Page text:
“Catalina is like a staycation on a California island,” enthuses Schleder. She uses Catalina as a wow-factor day trip during four-day business meetings in Huntington Beach. She begins the program with the Avalon Tasting & Walking Tour, the Jeep Eco Tour or the Discover the Casino Tour. “In three hours, attendees can see so much, they know where they want to go during free time.” The day trip ends with dinner in groups of about 10 delegates each at Avalon restaurants like the Lobster Trap and Coyote Joe’s before departing for the mainland.

So, what do the Catalina pros want firsttime planners to know?

“Catalina is easy to package,” says Schleder. “It’s easy to reserve ferry tickets and upgrade attendees to the Catalina Express Commodore Lounge; easy to arrange tours and easy to set up meals at the restaurants.” Lavelle adds a tip: Book six to 12 months out.

NEW AND EXCITING

Hotel revamps, new attractions, new meeting space, and new shops and restaurants are transforming Catalina into a “worldclass experience,” says Alvarez.

The historic 94-room Hotel Atwater in Avalon is set to re-open in mid-2019 as a bright and sophisticated property following a major revamp. Look for a new airy lobby for cocktails, an elevator, a new restaurant, 740 square feet of new function space and retooled rooms and suites with custom furnishings and expanded bathrooms.

The brand-new Trailhead Visitor Center by Catalina Island Conservancy is expected to open late in 2018 in downtown Avalon. The contemporary-style, multilevel structure will be Catalina’s first LEED-certified building. The Center will house exhibits and educational spaces showcasing the story of Catalina’s natural history, wilderness and beauty, as well as a small café, and will provide information on island hiking, biking and camping.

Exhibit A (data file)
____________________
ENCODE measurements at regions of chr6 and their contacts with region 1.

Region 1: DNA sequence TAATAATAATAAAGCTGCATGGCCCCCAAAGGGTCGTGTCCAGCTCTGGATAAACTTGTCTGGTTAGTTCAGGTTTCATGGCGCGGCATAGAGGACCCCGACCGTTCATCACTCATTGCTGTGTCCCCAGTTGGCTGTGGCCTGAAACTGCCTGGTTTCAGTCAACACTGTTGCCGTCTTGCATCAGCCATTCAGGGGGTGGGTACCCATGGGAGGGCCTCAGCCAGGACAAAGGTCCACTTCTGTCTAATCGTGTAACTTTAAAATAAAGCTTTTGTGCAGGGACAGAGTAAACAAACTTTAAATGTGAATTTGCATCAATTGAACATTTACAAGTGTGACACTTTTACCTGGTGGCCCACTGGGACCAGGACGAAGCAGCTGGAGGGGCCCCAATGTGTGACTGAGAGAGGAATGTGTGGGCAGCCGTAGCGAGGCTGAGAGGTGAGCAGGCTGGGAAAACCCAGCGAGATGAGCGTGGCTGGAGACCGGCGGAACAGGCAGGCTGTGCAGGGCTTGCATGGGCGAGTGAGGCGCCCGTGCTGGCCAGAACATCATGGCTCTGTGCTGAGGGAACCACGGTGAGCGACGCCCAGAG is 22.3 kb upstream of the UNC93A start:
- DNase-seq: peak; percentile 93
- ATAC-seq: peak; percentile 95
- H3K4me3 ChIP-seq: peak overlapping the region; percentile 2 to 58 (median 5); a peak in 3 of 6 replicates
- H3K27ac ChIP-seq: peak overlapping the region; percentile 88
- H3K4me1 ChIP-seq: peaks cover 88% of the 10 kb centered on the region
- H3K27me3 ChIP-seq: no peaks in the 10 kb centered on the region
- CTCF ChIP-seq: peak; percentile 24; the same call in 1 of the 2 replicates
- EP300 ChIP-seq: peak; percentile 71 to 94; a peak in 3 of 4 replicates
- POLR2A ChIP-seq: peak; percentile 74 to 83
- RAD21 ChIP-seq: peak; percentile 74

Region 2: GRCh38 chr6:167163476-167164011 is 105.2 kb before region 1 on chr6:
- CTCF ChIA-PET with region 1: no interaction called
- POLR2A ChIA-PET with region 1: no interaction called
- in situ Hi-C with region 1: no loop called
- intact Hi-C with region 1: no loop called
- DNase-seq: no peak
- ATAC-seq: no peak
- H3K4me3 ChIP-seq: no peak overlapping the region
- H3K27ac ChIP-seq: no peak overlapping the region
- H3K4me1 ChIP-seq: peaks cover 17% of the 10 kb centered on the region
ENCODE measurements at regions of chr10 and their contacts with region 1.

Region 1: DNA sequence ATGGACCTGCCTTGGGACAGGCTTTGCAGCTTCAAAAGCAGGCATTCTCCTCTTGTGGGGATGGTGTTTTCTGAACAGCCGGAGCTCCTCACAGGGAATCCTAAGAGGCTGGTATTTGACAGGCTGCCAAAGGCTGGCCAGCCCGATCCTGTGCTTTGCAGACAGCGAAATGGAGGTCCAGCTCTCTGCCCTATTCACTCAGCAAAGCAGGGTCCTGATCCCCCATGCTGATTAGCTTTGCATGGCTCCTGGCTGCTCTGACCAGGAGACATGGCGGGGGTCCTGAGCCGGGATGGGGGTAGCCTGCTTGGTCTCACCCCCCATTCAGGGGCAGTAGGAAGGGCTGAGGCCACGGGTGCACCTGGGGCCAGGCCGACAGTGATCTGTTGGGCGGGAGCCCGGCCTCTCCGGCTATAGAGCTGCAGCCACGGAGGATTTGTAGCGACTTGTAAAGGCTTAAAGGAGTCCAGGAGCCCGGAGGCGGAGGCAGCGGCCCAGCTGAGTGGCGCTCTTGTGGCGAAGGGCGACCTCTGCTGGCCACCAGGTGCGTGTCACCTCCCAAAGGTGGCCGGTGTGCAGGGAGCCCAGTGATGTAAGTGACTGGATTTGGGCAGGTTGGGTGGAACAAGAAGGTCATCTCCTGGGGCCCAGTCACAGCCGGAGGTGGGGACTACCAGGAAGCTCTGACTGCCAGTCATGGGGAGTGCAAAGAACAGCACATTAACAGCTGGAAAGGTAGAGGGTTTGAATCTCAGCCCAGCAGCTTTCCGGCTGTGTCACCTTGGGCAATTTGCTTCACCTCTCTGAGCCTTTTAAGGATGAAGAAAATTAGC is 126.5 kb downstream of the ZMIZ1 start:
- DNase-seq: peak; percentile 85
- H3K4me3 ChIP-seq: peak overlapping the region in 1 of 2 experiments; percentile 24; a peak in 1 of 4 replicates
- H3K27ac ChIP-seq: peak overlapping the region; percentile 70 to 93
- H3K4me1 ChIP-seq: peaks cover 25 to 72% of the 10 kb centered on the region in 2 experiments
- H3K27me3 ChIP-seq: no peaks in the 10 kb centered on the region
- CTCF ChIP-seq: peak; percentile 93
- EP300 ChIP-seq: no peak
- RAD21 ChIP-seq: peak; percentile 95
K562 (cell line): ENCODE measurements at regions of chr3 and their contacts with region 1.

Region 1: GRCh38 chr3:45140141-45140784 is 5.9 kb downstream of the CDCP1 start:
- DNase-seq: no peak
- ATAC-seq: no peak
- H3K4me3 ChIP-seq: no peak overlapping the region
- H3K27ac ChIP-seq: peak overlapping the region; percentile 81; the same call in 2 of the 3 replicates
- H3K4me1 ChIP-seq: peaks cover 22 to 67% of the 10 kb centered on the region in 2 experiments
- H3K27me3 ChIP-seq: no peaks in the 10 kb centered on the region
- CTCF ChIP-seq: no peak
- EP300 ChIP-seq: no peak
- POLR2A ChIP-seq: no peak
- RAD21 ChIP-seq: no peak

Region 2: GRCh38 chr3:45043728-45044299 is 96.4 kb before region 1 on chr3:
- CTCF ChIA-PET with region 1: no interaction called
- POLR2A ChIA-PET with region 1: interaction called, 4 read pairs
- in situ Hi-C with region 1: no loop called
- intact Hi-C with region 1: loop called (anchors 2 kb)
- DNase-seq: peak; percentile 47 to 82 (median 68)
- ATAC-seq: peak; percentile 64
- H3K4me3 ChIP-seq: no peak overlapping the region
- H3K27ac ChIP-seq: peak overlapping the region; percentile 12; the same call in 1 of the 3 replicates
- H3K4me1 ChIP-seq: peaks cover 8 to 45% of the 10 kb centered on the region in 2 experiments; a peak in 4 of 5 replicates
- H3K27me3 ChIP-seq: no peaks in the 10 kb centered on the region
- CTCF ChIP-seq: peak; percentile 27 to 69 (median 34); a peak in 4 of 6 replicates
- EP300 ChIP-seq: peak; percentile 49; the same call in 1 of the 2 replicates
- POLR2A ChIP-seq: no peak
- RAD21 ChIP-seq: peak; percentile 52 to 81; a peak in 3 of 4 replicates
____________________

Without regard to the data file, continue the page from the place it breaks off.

New in 2015, Catherine’s Terrace at Descanso Beach brought meetings to the beach, with a bright and breezy great room featuring a fireplace and floor-to-ceiling windows overlooking the ocean, and an oceanview canopied balcony, for groups of 20-200 participants. And in Two Harbors, the Harbor Sands at Two Harbor upped the group experience with new stylishly rustic furnished palapas for up to eight people, beachfront lounge chairs, and an enhanced group picnic area that can accommodate hundreds.

Also new in 2017, the Catalina Aerial Adventure and Descanso Drop Tower in Descanso Canyon, added to the outdoor thrills. Wilbur used the aerial adventure for a sky-high team-building session when she brought a group from the Milken Institute to Catalina.

MEETING AND EVENT VENUES

Unique and beautiful venues for up to 1,400 people are located throughout Catalina. In Avalon, the landmark Catalina Casino Ballroom is the largest contiguous historic ballroom in the country, with 29,000 square feet of pillarless space for up to 1,400 attendees, and on-site catering.

The Descanso Beach Club features an event lawn, with a stage overlooking the ocean; a private beachside setting with two fire pits; luxury cabanas; and facilities for cocktails, music and dining on the sand for groups of up to 1,200.

For smaller gatherings, Overlook Hall, built in 1929 as a small church, and repurposed and renovated in 2010 as an event space, accommodates up to 125 attendees. Its upstairs Sanctuary has 1,200 square feet of open space with beamed ceilings, a raised stage, and an outdoor deck facing the ocean. The Catalina Country Club, a Spanish Mediterranean-style building adjacent to the golf course, welcomes events of up to 120. The M Event Venue by Zest Catering & Events, Inc., next to the Hotel Metropole, accommodates several dozen guests.

For outdoorsy soirees, the Catalina Island Conservancy offers several spectacular event locations from the Wrigley Memorial and Botanic Garden, to dramatic seafront clifftops and secluded oceanfront coves.

Many of Avalon’s restaurants welcome groups, including El Galleon Steakhouse, Mi Casita Mexican Restaurant, Antonio’s Pizzeria & Cabaret and Steven’s Steakhouse.